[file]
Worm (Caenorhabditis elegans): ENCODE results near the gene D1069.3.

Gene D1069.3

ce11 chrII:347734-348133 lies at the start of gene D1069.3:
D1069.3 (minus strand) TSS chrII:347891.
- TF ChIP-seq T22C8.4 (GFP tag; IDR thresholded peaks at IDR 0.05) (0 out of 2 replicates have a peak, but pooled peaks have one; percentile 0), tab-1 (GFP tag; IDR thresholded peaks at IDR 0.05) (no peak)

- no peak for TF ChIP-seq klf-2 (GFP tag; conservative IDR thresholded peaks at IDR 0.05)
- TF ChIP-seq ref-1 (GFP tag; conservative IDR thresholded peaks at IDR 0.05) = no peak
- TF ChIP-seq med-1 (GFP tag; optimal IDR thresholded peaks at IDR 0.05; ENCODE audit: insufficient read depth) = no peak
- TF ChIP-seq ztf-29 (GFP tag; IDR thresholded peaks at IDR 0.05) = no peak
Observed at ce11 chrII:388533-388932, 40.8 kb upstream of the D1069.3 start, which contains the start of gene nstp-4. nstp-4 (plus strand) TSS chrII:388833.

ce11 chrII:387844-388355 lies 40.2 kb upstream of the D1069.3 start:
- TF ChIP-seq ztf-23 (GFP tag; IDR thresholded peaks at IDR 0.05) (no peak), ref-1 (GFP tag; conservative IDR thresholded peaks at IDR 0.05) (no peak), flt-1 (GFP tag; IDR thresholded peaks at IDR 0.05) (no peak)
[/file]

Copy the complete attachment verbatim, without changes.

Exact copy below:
Worm (Caenorhabditis elegans): ENCODE results near the gene D1069.3.

Gene D1069.3

ce11 chrII:347734-348133 lies at the start of gene D1069.3:
D1069.3 (minus strand) TSS chrII:347891.
- TF ChIP-seq T22C8.4 (GFP tag; IDR thresholded peaks at IDR 0.05) (0 out of 2 replicates have a peak, but pooled peaks have one; percentile 0), tab-1 (GFP tag; IDR thresholded peaks at IDR 0.05) (no peak)

- no peak for TF ChIP-seq klf-2 (GFP tag; conservative IDR thresholded peaks at IDR 0.05)
- TF ChIP-seq ref-1 (GFP tag; conservative IDR thresholded peaks at IDR 0.05) = no peak
- TF ChIP-seq med-1 (GFP tag; optimal IDR thresholded peaks at IDR 0.05; ENCODE audit: insufficient read depth) = no peak
- TF ChIP-seq ztf-29 (GFP tag; IDR thresholded peaks at IDR 0.05) = no peak
Observed at ce11 chrII:388533-388932, 40.8 kb upstream of the D1069.3 start, which contains the start of gene nstp-4. nstp-4 (plus strand) TSS chrII:388833.

ce11 chrII:387844-388355 lies 40.2 kb upstream of the D1069.3 start:
- TF ChIP-seq ztf-23 (GFP tag; IDR thresholded peaks at IDR 0.05) (no peak), ref-1 (GFP tag; conservative IDR thresholded peaks at IDR 0.05) (no peak), flt-1 (GFP tag; IDR thresholded peaks at IDR 0.05) (no peak)